Lileas hung her head and slowly drew her foot across the hard dirt. Malcolm could see the muck clumping around the edges of her halfboots and worried the leather would stiffen after it was thoroughly cleaned. Rigid boots meant blisters, and while not a severe condition, they could fester if not treated properly. He made a mental note to speak with the cobbler about having a new pair of boots made.
"Are ye very mad at me, Papa?"
Malcolm took a deep breath. Aye, he was angry. But that fierce emotion was quickly leaving him. No matter what her behavior, he simply found it impossible to stay mad at his daughter.
"Well, not as mad as I would have been if ye had continued to lie to me," he said, smoothing the hair on the top of her head.
The sudden sound of thundering hoofbeats coming hard and fast from beyond the castle walls pulled Malcolm's attention away from Lileas. No alarm had been sounded, but he saw several of the soldiers on the battlements rush forward. Concerned, Malcolm turned his gaze toward the heavy gate, waiting to see if it would be closed.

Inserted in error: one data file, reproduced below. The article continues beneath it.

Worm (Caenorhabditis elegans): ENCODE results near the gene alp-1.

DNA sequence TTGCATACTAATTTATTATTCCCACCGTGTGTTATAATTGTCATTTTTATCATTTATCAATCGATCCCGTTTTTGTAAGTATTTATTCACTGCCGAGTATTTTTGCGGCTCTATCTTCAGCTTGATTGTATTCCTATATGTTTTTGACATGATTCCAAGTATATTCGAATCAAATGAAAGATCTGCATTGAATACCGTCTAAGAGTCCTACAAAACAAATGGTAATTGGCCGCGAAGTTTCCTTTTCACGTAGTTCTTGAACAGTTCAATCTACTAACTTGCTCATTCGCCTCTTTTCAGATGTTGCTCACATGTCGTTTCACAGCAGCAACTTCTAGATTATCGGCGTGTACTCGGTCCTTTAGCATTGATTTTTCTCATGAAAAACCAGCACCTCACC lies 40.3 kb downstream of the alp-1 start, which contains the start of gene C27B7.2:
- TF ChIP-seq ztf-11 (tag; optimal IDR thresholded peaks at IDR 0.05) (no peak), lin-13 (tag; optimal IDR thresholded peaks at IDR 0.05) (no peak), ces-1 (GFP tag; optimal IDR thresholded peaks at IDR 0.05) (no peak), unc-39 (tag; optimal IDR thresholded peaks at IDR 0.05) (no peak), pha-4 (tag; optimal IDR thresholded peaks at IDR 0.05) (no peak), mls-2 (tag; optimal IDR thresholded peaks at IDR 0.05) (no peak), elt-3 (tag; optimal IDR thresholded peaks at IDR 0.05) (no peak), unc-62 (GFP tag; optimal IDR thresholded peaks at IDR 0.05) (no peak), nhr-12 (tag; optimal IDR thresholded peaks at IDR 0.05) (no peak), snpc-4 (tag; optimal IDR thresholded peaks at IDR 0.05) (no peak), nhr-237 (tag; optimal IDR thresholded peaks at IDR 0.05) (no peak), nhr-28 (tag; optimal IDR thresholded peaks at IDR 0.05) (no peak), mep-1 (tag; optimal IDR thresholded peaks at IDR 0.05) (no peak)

He reached automatically for his sword, dismayed to find it was not in its usual place at his side. Having just come from the practice field, he had given the weapon to his squire to clean and oil.
The dirk in his belt was a comfort; he was confident he could defend himself and protect his child, if needed. Yet realistically, Malcolm knew there was no cause for fear.
McKenna Castle was one of the best-fortified structures in the Highlands, boasting a high square watchtower, wide battlements, and a gray stone curtain wall that was nearly fifteen feet thick. Even in the unlikely event that an enemy was able to breach these impressive defenses, they would then be facing an army of McKenna soldiers, arguably the fiercest fighting men in all of Scotland.